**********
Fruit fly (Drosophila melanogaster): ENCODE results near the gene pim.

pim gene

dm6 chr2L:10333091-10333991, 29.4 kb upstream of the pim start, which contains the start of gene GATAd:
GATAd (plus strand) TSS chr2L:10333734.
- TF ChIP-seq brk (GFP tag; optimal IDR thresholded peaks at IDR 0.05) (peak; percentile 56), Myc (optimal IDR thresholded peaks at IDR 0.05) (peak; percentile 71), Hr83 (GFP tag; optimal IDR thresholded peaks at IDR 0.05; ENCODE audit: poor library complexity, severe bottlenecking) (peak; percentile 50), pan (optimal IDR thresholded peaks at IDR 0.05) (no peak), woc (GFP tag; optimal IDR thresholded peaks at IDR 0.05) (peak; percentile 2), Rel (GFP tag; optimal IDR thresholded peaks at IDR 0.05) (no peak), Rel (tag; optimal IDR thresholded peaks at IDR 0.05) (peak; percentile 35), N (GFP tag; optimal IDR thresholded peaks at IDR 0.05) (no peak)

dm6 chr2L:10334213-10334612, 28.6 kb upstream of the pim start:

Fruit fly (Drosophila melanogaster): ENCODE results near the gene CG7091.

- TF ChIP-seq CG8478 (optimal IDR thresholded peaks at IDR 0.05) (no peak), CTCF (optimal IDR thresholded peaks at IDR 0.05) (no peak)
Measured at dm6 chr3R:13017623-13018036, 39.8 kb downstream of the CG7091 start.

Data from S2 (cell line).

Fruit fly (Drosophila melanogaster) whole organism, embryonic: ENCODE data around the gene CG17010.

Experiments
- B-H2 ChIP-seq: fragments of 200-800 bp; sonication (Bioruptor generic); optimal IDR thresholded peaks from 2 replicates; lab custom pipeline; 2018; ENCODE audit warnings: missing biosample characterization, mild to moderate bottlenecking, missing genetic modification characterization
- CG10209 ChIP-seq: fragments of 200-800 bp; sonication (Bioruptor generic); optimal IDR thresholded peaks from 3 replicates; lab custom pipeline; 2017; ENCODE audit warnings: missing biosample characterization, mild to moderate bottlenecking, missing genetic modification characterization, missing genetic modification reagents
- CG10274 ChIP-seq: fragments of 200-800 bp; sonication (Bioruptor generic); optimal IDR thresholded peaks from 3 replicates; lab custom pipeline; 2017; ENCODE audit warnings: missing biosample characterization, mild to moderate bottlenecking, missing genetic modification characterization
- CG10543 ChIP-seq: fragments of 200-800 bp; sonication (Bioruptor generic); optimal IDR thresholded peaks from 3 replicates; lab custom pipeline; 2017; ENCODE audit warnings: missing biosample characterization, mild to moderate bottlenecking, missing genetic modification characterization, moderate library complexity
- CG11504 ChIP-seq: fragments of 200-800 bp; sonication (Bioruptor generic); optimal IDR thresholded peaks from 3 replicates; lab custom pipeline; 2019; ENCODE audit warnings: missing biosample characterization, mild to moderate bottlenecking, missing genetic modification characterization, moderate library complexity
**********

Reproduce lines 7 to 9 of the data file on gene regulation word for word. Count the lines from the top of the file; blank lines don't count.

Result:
Fruit fly (Drosophila melanogaster): ENCODE results near the gene CG7091.

- TF ChIP-seq CG8478 (optimal IDR thresholded peaks at IDR 0.05) (no peak), CTCF (optimal IDR thresholded peaks at IDR 0.05) (no peak)
Measured at dm6 chr3R:13017623-13018036, 39.8 kb downstream of the CG7091 start.